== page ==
Clothing Designer Derek Jagodzinsky Seeks Expression and Unity Through Fashion

The founder of LUXX Ready To Wear reflects on his 10th year as a Cree fashion creator.

Derek Jagodzinsky and his Rainbow Warriors Collection.

Growing up on Whitefish Lake First Nation, Derek Jagodzinsky was always interested in art and design. But he doesn’t recall a particular person or influence that guided him to his current path as founder of LUXX Ready To Wear — a clothing designer is pretty much what he’s always been.

Talking in his downtown loft, surrounded by fabric and clothing made from elk, buckskin and even fish leather (with classical music playing softly in the background), Jagodzinsky reflects on his 10th year as a Cree fashion creator. “I feel like I’ve found my voice, and it’s what I would call a modern Indigenous vibe. Each collection is an ideal version of real life,” he says. “Growing up, it wasn’t very in vogue to be Indigenous, and that’s kind of why I do it, to create a new visual language to help strengthen new Indigenous identity.”

His voice has certainly found an audience, with his designs being featured in Western Canada Fashion Week, as well as the Native Fashion Now exhibit that toured throughout the United States, including the Smithsonian National Museum. But he finds his biggest challenge is the same all independent designers face. “Due to mass production, I feel like fashion is a dying art, and that’s really sad. It’s appreciated by some people, but Gucci, Armani and Versace and all those remain at the forefront because they have huge financial backing.”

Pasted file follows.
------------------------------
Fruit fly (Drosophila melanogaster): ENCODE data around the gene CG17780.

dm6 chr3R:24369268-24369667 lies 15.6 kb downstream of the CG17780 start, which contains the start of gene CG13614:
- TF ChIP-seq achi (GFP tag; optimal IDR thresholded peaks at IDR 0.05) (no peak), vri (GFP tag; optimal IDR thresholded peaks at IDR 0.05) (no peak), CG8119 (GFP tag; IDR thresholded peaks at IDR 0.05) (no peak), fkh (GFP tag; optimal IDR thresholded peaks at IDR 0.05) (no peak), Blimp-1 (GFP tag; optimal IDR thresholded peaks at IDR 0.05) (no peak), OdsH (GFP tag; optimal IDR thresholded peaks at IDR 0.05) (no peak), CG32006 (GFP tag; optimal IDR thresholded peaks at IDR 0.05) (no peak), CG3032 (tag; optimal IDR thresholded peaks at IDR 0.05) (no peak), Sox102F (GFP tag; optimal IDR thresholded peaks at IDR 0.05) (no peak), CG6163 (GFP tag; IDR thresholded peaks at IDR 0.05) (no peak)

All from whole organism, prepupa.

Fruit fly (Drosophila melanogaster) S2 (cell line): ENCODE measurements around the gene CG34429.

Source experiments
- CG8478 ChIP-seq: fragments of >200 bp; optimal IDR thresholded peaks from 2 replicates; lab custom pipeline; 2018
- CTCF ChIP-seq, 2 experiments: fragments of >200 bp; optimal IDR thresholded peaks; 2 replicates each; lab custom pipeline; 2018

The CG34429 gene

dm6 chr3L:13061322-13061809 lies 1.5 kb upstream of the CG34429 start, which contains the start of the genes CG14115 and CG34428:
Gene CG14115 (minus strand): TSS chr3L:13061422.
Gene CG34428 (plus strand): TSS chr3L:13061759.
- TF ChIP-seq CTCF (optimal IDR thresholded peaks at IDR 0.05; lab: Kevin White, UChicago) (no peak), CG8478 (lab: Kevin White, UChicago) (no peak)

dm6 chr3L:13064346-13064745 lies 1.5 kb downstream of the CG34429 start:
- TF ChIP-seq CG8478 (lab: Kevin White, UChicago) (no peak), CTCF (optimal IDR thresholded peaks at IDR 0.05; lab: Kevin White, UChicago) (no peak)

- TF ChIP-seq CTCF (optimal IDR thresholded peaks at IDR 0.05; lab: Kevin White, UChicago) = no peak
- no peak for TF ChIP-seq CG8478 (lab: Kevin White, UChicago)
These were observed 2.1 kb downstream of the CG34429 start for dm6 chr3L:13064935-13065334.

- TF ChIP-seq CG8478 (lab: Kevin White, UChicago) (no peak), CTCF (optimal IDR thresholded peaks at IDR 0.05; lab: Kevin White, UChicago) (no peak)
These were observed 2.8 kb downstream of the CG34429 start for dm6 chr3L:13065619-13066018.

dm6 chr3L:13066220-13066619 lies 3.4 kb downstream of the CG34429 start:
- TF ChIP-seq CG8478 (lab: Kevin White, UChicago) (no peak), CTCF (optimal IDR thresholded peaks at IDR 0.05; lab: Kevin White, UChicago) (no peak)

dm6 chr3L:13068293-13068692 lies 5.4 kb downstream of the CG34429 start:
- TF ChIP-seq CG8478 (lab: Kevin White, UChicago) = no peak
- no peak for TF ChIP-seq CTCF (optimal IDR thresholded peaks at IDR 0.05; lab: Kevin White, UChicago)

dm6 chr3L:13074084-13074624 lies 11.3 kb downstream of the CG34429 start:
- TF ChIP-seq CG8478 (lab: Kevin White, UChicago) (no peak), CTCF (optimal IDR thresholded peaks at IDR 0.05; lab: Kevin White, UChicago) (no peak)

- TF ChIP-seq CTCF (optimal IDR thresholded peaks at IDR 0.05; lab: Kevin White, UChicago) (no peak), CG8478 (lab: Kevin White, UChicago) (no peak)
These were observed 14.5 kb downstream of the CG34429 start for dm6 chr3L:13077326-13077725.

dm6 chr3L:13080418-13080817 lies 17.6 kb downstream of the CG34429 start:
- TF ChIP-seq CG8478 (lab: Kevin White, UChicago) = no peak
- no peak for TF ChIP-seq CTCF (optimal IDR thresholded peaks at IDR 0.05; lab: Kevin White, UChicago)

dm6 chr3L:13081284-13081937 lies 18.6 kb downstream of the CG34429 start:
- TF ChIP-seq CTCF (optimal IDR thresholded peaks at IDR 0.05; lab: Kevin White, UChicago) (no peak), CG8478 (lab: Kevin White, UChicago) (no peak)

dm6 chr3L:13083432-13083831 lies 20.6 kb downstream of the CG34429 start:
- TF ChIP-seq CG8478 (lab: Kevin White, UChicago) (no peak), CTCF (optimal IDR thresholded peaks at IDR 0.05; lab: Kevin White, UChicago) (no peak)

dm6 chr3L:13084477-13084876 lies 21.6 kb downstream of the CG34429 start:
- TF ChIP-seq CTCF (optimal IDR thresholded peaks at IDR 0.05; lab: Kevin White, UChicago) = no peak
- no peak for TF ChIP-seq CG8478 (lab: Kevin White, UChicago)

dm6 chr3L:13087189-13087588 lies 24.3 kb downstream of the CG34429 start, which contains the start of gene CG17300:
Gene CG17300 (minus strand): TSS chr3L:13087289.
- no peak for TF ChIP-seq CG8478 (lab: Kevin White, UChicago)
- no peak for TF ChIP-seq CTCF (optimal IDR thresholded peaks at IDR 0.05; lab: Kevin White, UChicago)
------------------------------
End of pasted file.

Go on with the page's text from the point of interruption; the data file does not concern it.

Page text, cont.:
The idea of overcoming the destruction done by the rich and powerful is not just familiar to Jagodzinsky, it’s something he’s used to fuel his art. His 2019 Spring/Summer Rainbow Warriors Collection’s theme was based around a prophecy about everyone coming together at a time of planetary destruction — led largely by profit-seeking corporations — to restore harmony between people and the Earth. “It’s certainly apocalyptic, but it’s also trying to be inspiring, to say we have to work together to fix what’s been done here. Because the environment is not just an Indigenous thing, it’s a human thing.”

Jagodzinksy grabs a print that sums up that cultural cohesion in a single image: The encircled busts of two women, one Indigenous, one Japanese, facing each other, expressing the same sentiment in their different languages. “They’re both saying, ‘We will succeed,’” he says. “It’s a dialogue between them, and a mantra for all nations. Because we’re all different tribes, but we’re all together and, as Cree people, we want to share our culture.”

This article appears in the April 2020 issue of Avenue Edmonton.

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